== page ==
The German government wants all households to have access to broadband internet by 2018. Rural areas are to be prioritised. EURACTIV Germany reports.
To achieve this target, German Minister of Minister of Transport Alexander Dobrindt will make €2.7 billion available to the country’s regions. This funding will mainly serve as incentive for the private sector to expand into low-profit rural areas.
The German cabinet will meet today (21 October) to decide on funding for the expansion of the broadband network.
Dobrindt is responsible for digital infrastructure and intends to allocate €2.7 billion nationwide in order to provide every household with access to internet speeds of at least 50 Mbps by 2018. A cabinet paper acquired by Munich-based broadcaster Bayerischen Rundfunk, and Reuters, states that “this is to ensure that under-served areas benefit from funding”.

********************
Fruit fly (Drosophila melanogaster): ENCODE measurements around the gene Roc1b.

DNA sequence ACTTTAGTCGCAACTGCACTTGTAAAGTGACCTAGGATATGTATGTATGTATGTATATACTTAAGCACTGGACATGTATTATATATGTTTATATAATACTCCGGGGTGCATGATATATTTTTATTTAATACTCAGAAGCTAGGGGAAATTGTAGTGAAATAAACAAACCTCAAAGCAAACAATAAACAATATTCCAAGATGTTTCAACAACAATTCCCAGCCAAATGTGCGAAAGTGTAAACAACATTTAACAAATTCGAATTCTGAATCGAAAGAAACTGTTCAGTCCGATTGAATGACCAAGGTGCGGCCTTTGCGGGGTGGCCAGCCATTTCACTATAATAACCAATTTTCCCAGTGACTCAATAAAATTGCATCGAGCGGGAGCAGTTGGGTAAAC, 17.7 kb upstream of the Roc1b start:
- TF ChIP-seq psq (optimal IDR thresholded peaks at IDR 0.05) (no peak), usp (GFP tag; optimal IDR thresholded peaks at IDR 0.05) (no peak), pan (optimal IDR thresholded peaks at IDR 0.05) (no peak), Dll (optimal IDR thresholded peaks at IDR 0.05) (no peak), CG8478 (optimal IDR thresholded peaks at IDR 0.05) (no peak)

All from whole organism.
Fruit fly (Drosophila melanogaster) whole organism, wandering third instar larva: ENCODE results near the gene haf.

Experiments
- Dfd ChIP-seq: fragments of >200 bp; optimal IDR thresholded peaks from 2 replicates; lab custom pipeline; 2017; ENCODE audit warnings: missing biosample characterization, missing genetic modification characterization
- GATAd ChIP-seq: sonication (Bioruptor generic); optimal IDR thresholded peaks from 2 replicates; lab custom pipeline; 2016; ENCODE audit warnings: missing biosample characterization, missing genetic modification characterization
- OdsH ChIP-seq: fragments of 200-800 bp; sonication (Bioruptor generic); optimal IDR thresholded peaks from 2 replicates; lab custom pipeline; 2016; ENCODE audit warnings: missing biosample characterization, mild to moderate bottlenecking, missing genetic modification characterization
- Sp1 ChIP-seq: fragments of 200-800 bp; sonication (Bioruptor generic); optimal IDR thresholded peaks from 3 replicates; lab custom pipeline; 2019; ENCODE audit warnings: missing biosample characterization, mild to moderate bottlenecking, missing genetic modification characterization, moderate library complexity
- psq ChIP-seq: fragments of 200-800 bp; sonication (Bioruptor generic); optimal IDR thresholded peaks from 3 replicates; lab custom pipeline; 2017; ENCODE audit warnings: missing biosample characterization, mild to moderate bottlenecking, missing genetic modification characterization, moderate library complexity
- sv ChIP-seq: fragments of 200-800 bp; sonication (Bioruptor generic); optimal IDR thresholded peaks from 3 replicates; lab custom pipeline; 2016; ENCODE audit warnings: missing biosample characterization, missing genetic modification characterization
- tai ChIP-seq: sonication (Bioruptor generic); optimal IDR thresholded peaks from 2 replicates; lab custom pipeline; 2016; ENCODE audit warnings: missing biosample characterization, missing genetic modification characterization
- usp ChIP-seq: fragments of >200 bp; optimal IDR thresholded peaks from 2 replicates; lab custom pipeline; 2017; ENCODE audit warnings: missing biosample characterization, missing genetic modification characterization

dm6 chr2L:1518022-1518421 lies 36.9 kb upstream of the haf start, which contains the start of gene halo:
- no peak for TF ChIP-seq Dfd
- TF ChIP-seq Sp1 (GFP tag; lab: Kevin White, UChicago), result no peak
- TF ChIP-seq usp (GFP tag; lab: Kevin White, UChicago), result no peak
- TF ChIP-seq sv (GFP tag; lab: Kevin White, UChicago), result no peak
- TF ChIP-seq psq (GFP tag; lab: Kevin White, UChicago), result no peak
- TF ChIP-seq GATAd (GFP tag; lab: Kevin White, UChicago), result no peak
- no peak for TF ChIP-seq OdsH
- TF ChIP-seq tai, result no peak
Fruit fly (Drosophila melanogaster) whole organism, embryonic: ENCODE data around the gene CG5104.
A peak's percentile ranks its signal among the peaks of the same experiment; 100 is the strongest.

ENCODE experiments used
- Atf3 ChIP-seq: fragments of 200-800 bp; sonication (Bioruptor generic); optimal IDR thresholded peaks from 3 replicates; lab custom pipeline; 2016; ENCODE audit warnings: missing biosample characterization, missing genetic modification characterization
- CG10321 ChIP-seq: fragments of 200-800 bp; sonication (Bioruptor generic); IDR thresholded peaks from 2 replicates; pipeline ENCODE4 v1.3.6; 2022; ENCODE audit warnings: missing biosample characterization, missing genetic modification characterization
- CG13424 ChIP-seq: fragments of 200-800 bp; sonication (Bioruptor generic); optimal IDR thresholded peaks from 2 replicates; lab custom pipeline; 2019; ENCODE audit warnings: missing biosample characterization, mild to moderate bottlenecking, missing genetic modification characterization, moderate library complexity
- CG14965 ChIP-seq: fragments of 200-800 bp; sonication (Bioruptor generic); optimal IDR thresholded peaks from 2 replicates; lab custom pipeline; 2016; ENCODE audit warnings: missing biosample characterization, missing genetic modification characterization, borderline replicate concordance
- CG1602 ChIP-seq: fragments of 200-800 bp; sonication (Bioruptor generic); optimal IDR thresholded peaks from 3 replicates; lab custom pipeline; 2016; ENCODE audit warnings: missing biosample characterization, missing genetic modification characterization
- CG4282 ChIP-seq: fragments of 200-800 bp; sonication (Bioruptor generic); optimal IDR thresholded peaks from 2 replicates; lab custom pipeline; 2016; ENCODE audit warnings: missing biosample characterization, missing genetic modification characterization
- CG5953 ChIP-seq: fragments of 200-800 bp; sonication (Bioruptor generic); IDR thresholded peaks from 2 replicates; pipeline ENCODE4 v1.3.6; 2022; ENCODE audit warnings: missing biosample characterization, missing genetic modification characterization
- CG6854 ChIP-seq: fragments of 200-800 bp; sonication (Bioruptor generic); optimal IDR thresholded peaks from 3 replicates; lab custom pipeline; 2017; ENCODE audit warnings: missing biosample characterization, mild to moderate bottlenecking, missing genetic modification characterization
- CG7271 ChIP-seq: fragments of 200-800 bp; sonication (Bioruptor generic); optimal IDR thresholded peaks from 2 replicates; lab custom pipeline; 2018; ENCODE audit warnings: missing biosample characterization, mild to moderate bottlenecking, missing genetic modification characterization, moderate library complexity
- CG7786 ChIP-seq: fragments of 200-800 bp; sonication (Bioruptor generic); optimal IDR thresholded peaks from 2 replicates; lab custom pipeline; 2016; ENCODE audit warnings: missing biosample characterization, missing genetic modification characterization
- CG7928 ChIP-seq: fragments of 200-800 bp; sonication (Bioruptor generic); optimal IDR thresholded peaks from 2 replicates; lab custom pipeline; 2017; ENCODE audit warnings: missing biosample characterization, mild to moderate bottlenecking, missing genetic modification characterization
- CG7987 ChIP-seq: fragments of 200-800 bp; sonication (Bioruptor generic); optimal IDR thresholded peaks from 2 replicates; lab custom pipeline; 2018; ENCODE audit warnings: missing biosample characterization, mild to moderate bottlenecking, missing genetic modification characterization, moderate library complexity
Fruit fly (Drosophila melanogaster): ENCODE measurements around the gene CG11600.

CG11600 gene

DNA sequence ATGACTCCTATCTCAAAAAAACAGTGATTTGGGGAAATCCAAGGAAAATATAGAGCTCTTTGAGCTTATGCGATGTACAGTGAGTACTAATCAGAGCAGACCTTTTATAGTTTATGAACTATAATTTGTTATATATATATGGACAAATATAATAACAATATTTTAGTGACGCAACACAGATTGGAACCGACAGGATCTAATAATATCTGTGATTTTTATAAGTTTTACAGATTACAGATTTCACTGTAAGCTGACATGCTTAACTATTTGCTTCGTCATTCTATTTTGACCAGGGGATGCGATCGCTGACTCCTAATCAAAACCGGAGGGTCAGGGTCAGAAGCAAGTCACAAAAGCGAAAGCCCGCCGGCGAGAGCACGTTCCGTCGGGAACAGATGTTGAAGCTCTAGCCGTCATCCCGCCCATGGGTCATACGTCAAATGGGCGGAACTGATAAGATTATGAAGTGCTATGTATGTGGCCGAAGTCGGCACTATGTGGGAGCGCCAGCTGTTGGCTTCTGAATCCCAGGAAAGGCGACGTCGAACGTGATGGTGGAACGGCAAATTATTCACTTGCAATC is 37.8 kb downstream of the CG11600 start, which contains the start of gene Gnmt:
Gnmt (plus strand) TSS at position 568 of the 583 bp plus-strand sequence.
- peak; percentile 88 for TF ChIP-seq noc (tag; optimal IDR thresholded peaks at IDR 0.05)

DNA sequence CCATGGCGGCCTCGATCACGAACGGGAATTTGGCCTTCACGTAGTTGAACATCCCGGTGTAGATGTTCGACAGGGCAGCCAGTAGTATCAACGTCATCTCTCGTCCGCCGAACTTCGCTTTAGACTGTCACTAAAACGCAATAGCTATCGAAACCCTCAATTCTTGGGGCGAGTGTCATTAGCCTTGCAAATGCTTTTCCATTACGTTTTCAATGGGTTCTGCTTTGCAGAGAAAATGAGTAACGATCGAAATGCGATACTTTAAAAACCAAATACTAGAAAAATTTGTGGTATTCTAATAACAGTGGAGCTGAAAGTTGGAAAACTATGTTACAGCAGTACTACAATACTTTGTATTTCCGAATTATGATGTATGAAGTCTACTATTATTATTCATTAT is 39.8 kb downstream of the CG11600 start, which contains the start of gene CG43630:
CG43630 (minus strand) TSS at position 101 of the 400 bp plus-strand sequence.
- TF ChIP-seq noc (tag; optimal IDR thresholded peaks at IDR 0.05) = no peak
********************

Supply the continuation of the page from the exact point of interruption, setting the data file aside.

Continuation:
To ensure economically sustainable development, 50% of the expansion costs would have to be subsidised. Communities or regions that are below the German average in terms of economic power could receive an additional 20% in subsidies. The maximum grant for a project would be €15 million, but joint bids between municipalities will also be accepted. For the purposes of achieving the 2018 target, regional aid money might also be provided.
The allocation of funds will be established through the use of a points system. Rural areas, which are particularly unattractive to broadband providers due to the high costs involved in installing infrastructure, will rank higher in the system, as they are more in need of government funding. Additionally, areas in which internet speeds are below 16 Mbps will also be prioritised.
Bonus points will be awarded to funding applicants who can provide 100 Mbps, without using additional technology. To achieve these higher speeds, increased investment will be needed, but will provide internet users with more application options.